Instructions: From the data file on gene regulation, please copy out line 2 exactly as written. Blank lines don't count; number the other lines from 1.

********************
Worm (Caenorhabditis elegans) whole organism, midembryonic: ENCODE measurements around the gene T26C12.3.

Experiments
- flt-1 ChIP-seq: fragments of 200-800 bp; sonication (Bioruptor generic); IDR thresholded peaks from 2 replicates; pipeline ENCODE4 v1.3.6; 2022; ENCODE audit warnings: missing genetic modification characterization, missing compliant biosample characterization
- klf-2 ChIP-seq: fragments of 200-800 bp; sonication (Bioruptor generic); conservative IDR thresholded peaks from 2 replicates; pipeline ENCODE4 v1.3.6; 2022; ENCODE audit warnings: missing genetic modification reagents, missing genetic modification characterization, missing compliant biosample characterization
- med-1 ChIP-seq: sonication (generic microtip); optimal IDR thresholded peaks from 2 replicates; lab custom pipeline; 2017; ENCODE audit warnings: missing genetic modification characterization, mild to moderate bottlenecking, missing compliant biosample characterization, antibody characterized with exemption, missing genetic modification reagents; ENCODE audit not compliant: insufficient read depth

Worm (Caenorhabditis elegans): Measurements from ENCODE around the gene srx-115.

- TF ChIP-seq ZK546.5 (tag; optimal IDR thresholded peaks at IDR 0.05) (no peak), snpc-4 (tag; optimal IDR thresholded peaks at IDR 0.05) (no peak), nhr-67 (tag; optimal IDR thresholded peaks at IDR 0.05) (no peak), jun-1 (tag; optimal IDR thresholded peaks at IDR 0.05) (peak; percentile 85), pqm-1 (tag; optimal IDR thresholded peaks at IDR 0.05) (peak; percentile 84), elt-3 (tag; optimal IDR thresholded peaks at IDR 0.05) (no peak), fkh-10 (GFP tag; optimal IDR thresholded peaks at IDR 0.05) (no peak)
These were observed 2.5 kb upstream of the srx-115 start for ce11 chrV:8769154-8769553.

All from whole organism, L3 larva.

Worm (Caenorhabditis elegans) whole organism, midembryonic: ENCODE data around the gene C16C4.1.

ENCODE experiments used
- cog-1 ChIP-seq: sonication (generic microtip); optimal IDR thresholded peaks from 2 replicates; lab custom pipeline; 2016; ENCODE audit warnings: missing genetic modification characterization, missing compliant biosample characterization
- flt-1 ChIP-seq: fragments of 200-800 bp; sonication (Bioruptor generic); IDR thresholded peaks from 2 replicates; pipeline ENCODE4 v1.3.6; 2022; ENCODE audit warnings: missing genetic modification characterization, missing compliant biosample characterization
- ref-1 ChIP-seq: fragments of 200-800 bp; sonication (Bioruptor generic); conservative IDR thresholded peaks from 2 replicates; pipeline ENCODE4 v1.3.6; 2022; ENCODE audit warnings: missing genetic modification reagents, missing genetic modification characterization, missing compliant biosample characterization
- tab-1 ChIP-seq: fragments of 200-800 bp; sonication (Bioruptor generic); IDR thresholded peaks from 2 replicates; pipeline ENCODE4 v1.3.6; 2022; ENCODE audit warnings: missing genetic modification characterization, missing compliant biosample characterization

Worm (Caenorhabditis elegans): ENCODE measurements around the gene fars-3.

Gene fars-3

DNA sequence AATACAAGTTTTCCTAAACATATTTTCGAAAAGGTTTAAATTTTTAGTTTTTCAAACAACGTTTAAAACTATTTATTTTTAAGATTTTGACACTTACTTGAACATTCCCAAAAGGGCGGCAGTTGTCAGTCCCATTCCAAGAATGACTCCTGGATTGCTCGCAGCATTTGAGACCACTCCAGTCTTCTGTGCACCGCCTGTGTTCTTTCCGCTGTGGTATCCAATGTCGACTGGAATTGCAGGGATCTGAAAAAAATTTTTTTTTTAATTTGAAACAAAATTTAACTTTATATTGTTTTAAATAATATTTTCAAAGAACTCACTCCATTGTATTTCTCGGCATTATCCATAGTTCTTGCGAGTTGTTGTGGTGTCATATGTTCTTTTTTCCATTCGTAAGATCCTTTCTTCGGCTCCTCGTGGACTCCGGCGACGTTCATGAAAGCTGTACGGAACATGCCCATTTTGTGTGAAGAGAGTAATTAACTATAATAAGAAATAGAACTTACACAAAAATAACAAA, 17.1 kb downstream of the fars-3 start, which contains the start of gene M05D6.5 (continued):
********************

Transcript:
Experiments